A pesar de estos esfuerzos organizados para frenar la participación de los latinos a través de restricciones a grupos y purgas de votantes, NCLR está orgulloso de haber sido capaz de registrar más de 54.000 latinos para votar en las próximas elecciones“, dijo Jared Nordlund, Director Adjunto de campañas de NCLR. “Ahora esperamos dirigir nuestros esfuerzos para alentar a los latinos de la Florida a que aprovechen la oportunidad del voto temprano y se aseguren que se voto cuente”.

Durante el último mes hemos trabajado con los votantes en varios condados de la Florida, invitándoles a votar por sus familias y su comunidad“, añadió Bird. “En las semanas previas a las elecciones, vamos a asegurarnos de que los votantes tengan toda la información que necesitan y que se sientan empoderados para acudir a las urnas“.

Este mes, el Fondo Educativo de la Nueva Mayoría de la Florida, el Consejo Estatal de SEIU Florida, Mi Familia Vota Florida y la Coalición de Inmigrantes de la Florida, dedicarán su atención a la votación temprana que inicia el 27 de octubre. Los votantes también pueden votar por correo a través de la boleta ausente que puede ser solicitada con los supervisores locales de elecciones.

Los votantes que enfrente problemas para registrarse o para votar, pueden llamar al 1-888-Ve-Y-Vota para asistencia en español.

Despite restrictions, groups register more than 100,000 Florida voters!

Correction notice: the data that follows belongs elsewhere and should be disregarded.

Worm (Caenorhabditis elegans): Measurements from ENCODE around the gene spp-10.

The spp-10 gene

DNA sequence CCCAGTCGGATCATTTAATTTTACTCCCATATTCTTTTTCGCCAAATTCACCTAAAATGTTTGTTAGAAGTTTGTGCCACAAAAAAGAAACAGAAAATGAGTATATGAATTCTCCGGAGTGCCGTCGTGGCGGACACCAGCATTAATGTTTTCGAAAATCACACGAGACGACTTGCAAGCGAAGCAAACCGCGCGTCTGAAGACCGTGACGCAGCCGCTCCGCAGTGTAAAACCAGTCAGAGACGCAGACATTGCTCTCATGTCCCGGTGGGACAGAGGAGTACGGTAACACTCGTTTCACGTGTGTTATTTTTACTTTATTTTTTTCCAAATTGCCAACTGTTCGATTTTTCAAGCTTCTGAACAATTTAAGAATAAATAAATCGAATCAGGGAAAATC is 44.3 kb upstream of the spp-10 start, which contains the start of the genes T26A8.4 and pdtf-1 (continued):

12 Oct

FLIC canvassers registering New American voters in Broward County.
Photo: Getty Images

Voting rights advocates have registered more than 100,000 voters prior to the state’s registration deadline, despite extensive efforts by state officials to limit new registrations for Florida citizens.

Florida New Majority, SEIU Florida State Council, Florida Mi Familia Vota, Florida Immigrant Coalition (FLIC), Florida National Action Network and the National Council of La Raza collaborated for the registration milestone.  The majority of the registrations occurred in the month before the state’s Oct. 9 registration deadline and after a federal judge’s late summer decision to overturn a new state law that placed restrictions on groups involved in voter registration drives.

“Ultimately, the effort to limit voter registration was overturned by the courts, but defeated by the work of people committed to ensuring every eligible voter has the opportunity to vote in the upcoming election,” said Gihan Perera, executive director of Florida New Majority. “Today, 100,000 more people will be able to exercise their right to participate in their democracy.”

The purpose of the new law’s was made clear with the resulting drop in registrations.  According to one news report, registrations over the past two presidential cycles averaged more than 200,000 new Democrats in the year before the election (July 1 to July 31). This year, that number had fallen to just over 11,000.